Agricultural producers with annual sales of $2,500 or less must continue to register to collect the sales and use tax, but are not required to collect or remit the tax until their annual sales exceed $2,500.

The legislation (§ 58.1-1707) also provides an exemption from the Virginia Litter Tax for farmers who raise and sell agricultural produce, provided:

  1. the produce is sold in local farmers’ markets or roadside stands;
  2. annual sales by the agricultural or egg producer do not exceed $2,500; and
  3. the container the producer provides to hold purchased items has not been used previously.

The list of exempt/non-exempt items included in § 58.1-609.2, though extensive, is very specific and should be reviewed case by case. This listing of exempt items includes:

  1. Commercial feeds; seeds; plants; fertilizers; liming materials; breeding and other livestock; semen; breeding fees; baby chicks; turkey poults; rabbits; quail; llamas; bees; agricultural chemicals; fuel for drying or curing crops; baler twine; containers for fruit and vegetables; farm machinery; medicines and drugs sold to a veterinarian provided they are used or consumed directly in the care, medication, and treatment of agricultural production animals or for resale to a farmer for direct use in producing an agricultural product for market; tangible personal property, except for structural construction materials to be affixed to real property owned or leased by a farmer, necessary for use in agricultural production for market and sold to or purchased by a farmer or contractor; and agricultural supplies provided the same are sold to and purchased by farmers for use in agricultural production, which also includes beekeeping and fish, quail, rabbit and worm farming for market.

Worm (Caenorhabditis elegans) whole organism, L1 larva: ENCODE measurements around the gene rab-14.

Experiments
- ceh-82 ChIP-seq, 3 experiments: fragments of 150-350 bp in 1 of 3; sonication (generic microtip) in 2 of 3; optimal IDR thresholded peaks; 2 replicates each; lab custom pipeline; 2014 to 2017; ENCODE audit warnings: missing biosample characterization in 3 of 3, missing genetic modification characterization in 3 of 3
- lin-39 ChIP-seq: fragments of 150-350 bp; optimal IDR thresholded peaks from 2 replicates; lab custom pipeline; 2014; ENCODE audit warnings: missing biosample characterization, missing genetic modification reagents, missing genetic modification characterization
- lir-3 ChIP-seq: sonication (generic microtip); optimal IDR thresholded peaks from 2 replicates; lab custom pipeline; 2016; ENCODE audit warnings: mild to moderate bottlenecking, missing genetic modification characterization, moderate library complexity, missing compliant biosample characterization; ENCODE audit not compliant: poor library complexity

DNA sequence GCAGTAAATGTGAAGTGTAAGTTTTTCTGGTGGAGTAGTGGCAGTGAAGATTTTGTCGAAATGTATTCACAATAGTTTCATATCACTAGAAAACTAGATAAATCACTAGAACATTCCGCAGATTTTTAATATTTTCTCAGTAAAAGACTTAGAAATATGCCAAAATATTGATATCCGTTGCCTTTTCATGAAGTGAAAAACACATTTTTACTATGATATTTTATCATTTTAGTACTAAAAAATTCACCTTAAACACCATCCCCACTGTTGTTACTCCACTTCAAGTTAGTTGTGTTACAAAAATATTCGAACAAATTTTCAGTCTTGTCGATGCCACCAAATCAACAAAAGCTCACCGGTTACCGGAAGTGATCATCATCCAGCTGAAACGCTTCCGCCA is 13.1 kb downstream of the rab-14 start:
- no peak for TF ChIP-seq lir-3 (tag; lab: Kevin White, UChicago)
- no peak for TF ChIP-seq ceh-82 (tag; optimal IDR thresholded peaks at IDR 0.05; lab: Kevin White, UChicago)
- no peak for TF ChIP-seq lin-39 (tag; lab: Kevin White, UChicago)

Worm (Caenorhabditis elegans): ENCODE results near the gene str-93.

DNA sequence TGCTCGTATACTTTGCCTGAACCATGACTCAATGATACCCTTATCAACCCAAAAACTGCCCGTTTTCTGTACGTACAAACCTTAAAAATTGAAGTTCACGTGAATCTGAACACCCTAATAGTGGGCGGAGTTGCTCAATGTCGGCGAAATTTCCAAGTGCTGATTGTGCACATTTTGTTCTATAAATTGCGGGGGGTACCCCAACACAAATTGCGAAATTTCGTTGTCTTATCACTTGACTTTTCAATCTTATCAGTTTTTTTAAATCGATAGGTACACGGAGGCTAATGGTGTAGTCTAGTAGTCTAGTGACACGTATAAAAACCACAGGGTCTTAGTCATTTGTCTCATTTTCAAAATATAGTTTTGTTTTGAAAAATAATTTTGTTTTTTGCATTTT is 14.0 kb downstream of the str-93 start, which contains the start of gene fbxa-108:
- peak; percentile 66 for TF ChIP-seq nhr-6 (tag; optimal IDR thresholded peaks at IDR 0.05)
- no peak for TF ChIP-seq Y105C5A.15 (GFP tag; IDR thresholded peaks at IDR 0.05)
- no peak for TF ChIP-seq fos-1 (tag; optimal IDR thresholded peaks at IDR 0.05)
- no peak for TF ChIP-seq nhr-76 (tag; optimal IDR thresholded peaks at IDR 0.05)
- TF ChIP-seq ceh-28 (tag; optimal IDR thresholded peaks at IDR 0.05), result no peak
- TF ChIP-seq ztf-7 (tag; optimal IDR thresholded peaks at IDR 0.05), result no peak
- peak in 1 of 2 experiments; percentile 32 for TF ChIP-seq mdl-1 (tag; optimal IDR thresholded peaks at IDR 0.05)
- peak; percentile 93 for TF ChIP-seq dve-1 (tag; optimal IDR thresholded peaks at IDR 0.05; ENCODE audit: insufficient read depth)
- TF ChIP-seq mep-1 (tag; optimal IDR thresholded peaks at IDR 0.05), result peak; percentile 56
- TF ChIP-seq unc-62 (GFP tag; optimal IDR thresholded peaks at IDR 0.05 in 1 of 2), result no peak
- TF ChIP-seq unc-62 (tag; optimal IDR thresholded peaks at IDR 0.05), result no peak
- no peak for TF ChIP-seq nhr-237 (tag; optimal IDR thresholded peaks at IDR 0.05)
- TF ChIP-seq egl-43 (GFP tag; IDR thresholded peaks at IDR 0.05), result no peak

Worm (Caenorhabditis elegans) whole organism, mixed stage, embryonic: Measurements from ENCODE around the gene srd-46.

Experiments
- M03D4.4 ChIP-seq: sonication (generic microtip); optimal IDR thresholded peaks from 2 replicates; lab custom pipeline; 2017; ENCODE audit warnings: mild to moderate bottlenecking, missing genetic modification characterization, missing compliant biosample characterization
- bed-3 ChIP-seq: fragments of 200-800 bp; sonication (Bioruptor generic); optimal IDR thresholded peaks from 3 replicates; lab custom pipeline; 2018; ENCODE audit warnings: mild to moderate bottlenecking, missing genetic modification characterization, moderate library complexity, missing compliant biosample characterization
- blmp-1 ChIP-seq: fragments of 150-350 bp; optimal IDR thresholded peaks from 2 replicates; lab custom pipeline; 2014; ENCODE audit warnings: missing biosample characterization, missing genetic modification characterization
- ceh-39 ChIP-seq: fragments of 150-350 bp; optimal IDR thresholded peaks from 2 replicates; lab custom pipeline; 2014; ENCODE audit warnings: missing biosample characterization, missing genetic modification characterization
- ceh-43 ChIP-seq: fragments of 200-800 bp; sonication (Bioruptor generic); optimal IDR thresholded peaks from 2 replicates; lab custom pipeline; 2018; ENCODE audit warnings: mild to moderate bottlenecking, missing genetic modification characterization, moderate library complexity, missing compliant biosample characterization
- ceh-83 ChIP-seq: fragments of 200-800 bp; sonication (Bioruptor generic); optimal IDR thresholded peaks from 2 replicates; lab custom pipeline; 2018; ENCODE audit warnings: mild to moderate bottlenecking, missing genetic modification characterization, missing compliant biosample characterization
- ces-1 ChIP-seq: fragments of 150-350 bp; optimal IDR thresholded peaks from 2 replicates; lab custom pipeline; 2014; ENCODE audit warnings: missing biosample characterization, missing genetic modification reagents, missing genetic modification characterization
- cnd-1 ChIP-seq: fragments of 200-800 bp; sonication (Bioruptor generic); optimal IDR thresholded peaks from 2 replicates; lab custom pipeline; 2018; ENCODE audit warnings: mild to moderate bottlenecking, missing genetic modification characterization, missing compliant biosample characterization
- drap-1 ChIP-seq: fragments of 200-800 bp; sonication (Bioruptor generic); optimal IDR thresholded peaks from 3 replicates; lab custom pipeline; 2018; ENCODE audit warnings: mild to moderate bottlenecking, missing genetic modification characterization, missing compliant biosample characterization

2. Every agricultural commodity or kind of seafood sold or distributed by any person to any other person who purchases not for direct consumption but for the purpose of acquiring raw products for use or consumption in the process of preparing, finishing, or manufacturing such agricultural or seafood commodity for the ultimate retail consumer trade, except when such agricultural or seafood commodity is actually sold or distributed as a marketable or finished product to the ultimate consumer. "Agricultural commodity," for the purposes of this subdivision, means horticultural, poultry, and farm products, livestock and livestock products, and products derived from bees and beekeeping.

  3. Livestock and livestock products, poultry and poultry products, and farm and agricultural products, when produced by the farmer and used or consumed by him and the members of his family.

  4. Machinery, tools, equipment, materials or repair parts therefor or replacement thereof; fuel or supplies; and fishing boats, marine engines installed thereon or outboard motors used thereon, and all replacement or repair parts in connection therewith; provided the same are sold to and purchased by watermen for use by them in extracting fish, bivalves or crustaceans from waters for commercial purposes.

  5. Machinery or tools or repair parts therefor or replacements thereof, fuel, power, energy or supplies, and cereal grains and other feed ingredients, including, but not limited to, drugs, vitamins, minerals, nonprotein nitrogen, and other supplements or additives, used directly in making feed for sale or resale. Making of feed shall include the mixing of liquid ingredients.